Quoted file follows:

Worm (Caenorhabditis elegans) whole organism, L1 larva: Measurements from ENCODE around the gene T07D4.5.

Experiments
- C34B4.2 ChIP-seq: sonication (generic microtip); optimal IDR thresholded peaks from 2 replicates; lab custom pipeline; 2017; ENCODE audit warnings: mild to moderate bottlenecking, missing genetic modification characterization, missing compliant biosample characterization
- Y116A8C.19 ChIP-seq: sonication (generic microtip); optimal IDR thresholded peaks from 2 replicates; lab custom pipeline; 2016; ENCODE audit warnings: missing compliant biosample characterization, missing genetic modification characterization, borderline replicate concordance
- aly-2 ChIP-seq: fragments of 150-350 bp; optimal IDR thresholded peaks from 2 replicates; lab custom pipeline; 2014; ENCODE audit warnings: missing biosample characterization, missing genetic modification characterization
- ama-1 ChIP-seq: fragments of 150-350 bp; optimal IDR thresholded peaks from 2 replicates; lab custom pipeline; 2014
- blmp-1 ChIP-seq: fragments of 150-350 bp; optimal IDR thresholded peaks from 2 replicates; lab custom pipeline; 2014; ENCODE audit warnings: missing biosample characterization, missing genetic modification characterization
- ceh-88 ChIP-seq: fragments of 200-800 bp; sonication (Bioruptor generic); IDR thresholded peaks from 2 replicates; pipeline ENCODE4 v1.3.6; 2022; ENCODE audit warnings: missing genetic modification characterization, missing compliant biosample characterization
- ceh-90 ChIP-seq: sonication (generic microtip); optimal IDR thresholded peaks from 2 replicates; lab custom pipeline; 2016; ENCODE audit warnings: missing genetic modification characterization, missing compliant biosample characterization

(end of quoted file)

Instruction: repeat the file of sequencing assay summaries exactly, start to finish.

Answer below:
Worm (Caenorhabditis elegans) whole organism, L1 larva: Measurements from ENCODE around the gene T07D4.5.

Experiments
- C34B4.2 ChIP-seq: sonication (generic microtip); optimal IDR thresholded peaks from 2 replicates; lab custom pipeline; 2017; ENCODE audit warnings: mild to moderate bottlenecking, missing genetic modification characterization, missing compliant biosample characterization
- Y116A8C.19 ChIP-seq: sonication (generic microtip); optimal IDR thresholded peaks from 2 replicates; lab custom pipeline; 2016; ENCODE audit warnings: missing compliant biosample characterization, missing genetic modification characterization, borderline replicate concordance
- aly-2 ChIP-seq: fragments of 150-350 bp; optimal IDR thresholded peaks from 2 replicates; lab custom pipeline; 2014; ENCODE audit warnings: missing biosample characterization, missing genetic modification characterization
- ama-1 ChIP-seq: fragments of 150-350 bp; optimal IDR thresholded peaks from 2 replicates; lab custom pipeline; 2014
- blmp-1 ChIP-seq: fragments of 150-350 bp; optimal IDR thresholded peaks from 2 replicates; lab custom pipeline; 2014; ENCODE audit warnings: missing biosample characterization, missing genetic modification characterization
- ceh-88 ChIP-seq: fragments of 200-800 bp; sonication (Bioruptor generic); IDR thresholded peaks from 2 replicates; pipeline ENCODE4 v1.3.6; 2022; ENCODE audit warnings: missing genetic modification characterization, missing compliant biosample characterization
- ceh-90 ChIP-seq: sonication (generic microtip); optimal IDR thresholded peaks from 2 replicates; lab custom pipeline; 2016; ENCODE audit warnings: missing genetic modification characterization, missing compliant biosample characterization